Technological singularity is the theory that artificial intelligence (AI) will overcome its human masters, i.e. its trainers. The idea was proposed in 1993 by researcher Verner Vinn. In a follow-up paper, Vinn estimated that technological singularity will happen "... not before 2005, and not after 2030."
"So, we have a few years left," said Diego Gosmar, CEO at AI development company XCALLY. Gosmar addressed a crowd gathered in the Solutions Theater at February's ITEXPO 2023 in Fort Lauderdale, FL.
Gosmar spoke about his belief that humans can successfully manage AI beyond Vinn's expected expiration date, as well. "We don't know when it will happen," he said. "It's a singularity, which means nobody's seen it before."
While technological singularity may be inevitable, Gosmar said that he believes the events can be appropriately guided, if not prevented. His company XCALLY is geared toward developing and implementing the human management controls that proper AI implementations need to succeed. (And he wrote a book on machine learning.)
Today, AI-influenced operations appear mostly in customer service applications. Gosmar said the most popular applications of AI for customer service include:
Next, Gosmar showed a three-minute video describing how AI operates in a theoretical business; i.e. an autonomous, self-driving water taxi. AI was used in the demo project to pilot the boat, manage boat operations, and process online reviews. AI also was employed in the registration process, where technology provided the answers to customers' queries. The idea was to show the audience where the future is headed.
Gosmar then described a non-theoretical project. By adding AI-influenced customer service processes to a public bus line in France, XCALLY was able to push half of the queries to AI within two years. In three years, the AI had deployed machine learning tactics to increase its capability to nearly 70% of customer questions. "That was really a success," Gosmar assured.
He then moved on to today's challenges, as he sees them. Firstly, data aggregation and management. Due to privacy concerns, "It's not easy to get a lot of customer data today," he said. Secondly, AI finds it difficult to incorporate nonverbal communication, such as voice tone, gestures and facial expressions. Thirdly and finally, there's a definite lack of skills among workers when it comes to using and benefitting from AI technology. "People need training to deal with AI," he asserted.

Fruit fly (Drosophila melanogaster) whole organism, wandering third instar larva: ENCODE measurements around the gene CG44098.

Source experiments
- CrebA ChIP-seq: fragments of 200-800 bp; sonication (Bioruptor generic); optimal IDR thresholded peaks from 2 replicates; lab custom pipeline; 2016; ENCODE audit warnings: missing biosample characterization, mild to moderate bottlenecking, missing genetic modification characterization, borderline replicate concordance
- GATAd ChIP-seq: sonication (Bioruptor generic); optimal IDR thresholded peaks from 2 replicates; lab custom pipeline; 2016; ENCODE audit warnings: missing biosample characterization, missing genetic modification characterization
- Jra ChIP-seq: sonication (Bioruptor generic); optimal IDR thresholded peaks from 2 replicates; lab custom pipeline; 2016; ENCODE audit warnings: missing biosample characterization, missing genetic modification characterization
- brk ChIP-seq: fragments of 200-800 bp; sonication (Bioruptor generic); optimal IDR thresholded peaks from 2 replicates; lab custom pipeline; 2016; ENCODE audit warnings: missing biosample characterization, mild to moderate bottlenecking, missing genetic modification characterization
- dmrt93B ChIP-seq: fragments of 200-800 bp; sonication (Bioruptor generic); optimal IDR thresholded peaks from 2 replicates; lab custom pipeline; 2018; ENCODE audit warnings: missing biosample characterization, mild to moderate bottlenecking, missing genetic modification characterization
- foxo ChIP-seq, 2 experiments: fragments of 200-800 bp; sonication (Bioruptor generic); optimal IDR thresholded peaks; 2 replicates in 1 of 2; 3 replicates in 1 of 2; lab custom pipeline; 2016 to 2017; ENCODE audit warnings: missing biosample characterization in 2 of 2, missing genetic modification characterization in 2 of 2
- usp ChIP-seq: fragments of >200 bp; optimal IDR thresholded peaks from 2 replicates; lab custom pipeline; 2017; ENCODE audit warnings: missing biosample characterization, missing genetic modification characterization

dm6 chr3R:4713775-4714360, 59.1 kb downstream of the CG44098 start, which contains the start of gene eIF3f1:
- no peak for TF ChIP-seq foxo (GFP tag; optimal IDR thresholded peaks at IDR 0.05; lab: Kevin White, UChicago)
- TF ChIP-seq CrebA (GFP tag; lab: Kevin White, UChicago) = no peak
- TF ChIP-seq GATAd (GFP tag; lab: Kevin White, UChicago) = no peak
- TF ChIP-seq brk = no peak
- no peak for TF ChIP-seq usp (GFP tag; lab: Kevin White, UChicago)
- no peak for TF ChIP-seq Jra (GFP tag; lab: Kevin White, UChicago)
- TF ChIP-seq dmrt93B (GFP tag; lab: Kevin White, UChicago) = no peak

"What we really need is an artificial intelligence we can trust." To that end, tools are being made available to check for bias in AI scripts, solve the "black-box" dilemma of explainability, and format governance rules. Gosmar said that being able to explain precisely how AI makes its decisions to all stakeholders - c-suite, staff and customers - is important because each segment requires their own explanations.
So yes, technological singularity can be managed, Gosmar believes. "Our goal is to combine human governance with the boldness of the top-edge technology," he concluded.
Future of Work Contributor
Using CX Cloud from Genesys and Salesforce allows companies to enhance customer personalization while relieving the IT and analyst teams of developmen…
MiaRec's Auto QA empowers businesses to extract maximum value from their customer interactions.
A new Future of Work study from Omdia concludes that, while working in person has its value, a vast percentage of companies' employees favor hybridity…
Digital services and consulting company Infosys recently announced a partnership with NVIDIA.
Egnyte strengthened its relationship with Microsoft to provide customers with additional real-time document collaboration and sharing features through…